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Asset forfeiture can’t shake controversy, troubling conclusions

They sometimes go too far.

That was a point decidedly stressed in a Hilder Law blog post from earlier this year referencing police powers exercised pursuant to the so-called practice of “civil asset forfeiture.”

We spotlighted that tool in the firm’s January 10 entry. We stressed therein that legions of Americans believe law enforcers command too much leeway “in their efforts to seize property they allege is tied to criminal activity.”

Forfeiture’s adherents – concededly, limited to mostly state and federal law enforcement agencies – are unapologetic concerning forfeiture’s use and sheer reach. They say the practice of taking cash and other assets from criminal kingpins like drug lords puts a serious dent in organized crime.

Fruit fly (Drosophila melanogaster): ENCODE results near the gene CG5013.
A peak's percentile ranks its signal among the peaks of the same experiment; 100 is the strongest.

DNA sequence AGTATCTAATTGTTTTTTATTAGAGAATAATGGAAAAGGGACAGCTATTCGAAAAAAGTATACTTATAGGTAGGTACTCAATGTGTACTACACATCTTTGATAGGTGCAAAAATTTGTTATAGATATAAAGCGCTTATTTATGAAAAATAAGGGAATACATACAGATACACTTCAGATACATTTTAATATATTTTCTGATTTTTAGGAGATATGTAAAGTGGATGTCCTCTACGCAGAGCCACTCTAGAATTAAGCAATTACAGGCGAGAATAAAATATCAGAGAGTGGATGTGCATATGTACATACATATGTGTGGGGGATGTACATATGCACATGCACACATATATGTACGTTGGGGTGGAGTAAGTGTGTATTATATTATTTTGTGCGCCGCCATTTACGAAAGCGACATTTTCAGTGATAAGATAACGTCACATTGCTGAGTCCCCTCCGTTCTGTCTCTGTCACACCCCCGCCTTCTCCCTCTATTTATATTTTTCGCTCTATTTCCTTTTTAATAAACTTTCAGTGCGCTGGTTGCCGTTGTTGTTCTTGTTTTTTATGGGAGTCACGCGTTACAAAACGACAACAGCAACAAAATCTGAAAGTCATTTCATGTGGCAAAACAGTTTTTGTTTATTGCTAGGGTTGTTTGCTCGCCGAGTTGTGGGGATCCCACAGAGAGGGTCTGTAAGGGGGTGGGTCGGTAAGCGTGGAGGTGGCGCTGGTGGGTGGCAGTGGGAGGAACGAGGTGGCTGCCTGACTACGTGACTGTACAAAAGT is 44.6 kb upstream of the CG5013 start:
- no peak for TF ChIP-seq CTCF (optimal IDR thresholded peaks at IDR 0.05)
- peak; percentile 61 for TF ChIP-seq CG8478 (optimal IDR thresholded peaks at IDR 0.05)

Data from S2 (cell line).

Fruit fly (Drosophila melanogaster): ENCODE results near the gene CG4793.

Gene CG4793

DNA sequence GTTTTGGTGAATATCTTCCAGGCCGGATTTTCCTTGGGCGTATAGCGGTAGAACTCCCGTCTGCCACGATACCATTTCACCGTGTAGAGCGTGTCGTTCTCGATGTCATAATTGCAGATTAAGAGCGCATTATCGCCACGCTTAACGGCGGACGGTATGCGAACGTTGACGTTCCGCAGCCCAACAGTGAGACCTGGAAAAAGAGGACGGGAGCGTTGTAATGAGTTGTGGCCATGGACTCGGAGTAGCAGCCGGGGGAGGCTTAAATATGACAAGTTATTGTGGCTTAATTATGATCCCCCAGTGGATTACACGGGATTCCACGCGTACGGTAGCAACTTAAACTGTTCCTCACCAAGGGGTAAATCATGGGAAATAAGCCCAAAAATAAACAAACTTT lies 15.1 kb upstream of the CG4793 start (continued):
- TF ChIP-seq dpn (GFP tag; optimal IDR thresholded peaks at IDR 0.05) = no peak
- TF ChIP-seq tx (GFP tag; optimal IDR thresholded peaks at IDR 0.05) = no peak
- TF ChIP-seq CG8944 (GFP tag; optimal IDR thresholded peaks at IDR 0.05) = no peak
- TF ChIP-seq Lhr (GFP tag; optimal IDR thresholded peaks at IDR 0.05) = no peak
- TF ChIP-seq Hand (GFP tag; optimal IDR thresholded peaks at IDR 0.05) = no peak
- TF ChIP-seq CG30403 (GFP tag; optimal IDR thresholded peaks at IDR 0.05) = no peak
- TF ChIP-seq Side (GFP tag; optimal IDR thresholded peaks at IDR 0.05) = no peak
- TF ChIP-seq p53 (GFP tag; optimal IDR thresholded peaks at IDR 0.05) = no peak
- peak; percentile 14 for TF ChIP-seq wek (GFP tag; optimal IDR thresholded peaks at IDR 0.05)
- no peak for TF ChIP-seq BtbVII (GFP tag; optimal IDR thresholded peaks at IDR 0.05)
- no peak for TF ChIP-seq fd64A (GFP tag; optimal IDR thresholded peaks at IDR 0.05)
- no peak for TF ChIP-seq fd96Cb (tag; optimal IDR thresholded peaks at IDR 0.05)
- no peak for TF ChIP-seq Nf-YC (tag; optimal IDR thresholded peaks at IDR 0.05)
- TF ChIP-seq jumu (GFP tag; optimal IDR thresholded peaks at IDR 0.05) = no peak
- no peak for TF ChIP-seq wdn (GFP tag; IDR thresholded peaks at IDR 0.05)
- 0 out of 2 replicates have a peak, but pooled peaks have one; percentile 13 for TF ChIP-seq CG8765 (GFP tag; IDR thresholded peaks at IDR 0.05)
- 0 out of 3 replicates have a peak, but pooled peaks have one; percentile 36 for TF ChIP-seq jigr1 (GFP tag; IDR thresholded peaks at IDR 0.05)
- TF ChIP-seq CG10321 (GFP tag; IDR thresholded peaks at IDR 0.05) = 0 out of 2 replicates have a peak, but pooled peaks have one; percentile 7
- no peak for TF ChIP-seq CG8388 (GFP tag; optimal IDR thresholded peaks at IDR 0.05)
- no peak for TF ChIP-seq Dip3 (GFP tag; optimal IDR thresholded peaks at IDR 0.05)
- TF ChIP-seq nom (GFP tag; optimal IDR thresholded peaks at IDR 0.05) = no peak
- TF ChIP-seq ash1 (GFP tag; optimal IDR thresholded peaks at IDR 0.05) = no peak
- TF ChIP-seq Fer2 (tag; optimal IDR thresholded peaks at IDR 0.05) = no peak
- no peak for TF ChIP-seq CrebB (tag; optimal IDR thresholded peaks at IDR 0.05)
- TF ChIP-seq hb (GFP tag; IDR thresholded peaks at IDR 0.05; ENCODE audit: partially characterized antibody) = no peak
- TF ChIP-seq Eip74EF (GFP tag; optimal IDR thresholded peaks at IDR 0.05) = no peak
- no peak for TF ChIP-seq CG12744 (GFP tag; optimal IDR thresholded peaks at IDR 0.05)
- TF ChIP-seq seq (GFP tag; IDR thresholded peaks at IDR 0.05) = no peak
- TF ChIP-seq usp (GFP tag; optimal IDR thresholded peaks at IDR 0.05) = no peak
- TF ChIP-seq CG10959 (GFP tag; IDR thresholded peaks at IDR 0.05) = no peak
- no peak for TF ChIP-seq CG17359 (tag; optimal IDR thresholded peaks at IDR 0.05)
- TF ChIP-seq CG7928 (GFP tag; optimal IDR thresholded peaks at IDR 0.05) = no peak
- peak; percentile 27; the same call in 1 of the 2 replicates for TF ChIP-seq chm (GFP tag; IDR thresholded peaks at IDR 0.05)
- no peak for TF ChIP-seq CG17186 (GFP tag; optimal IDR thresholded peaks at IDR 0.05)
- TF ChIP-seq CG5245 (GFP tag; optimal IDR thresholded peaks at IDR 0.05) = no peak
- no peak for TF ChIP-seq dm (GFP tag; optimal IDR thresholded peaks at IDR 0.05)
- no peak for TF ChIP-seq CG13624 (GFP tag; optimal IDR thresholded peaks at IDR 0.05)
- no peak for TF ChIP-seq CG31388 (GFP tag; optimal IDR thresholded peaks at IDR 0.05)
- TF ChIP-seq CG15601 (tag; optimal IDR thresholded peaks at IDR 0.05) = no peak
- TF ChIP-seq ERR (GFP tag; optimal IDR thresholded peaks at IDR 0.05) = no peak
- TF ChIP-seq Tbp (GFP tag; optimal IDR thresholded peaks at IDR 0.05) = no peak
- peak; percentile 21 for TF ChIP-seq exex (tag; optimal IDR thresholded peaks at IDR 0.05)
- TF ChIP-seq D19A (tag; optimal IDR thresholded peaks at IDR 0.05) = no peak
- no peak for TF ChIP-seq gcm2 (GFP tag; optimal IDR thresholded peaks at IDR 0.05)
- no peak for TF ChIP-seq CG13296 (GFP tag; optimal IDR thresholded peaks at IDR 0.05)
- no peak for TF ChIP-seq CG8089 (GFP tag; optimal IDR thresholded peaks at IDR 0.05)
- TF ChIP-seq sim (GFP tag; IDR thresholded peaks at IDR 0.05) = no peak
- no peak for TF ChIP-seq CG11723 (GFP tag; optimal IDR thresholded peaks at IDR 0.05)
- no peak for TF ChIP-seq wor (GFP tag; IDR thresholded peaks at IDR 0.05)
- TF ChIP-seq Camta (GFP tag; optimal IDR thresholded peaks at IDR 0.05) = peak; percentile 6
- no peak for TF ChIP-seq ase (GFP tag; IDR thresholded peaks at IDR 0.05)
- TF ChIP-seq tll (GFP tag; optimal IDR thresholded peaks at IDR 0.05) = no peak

Even critics concede that. They also point to a fundamental flaw in forfeiture’s exercise, though, namely this: its common employment against alleged wrongdoers accused of notably low-level criminal activity. Moreover, opponents say, authorities often keep seized assets even in cases where defendants are never convicted of a crime.

There are reams of empirical evidence to support that negative assessment of asset forfeiture, and they were closely culled in a report recently released by the national Institute for Justice.

That study concluded this: The lauded results of forfeiture routinely claimed by law enforcers are flatly overstated, with scant evidence pointing to any real effectiveness of the practice in deterring high-level criminal activity. And relevant data additionally indicate that a key purpose of police agencies exercising forfeiture powers is simply to raise revenue.

A national article citing that study also spotlights a Texas-linked survey of hundreds of asset forfeiture seizures. What those cases revealed was “that half of the [examined] cash seizures were for less than $3,000, and 20 percent of the cases were not accompanied by criminal charges.”

Such numbers are unquestionably troubling and go far toward explaining widespread condemnation of an increasingly unpopular police action.

Civil asset forfeiture is squarely in the news and seemingly destined for a material mauling in the court of public opinion.

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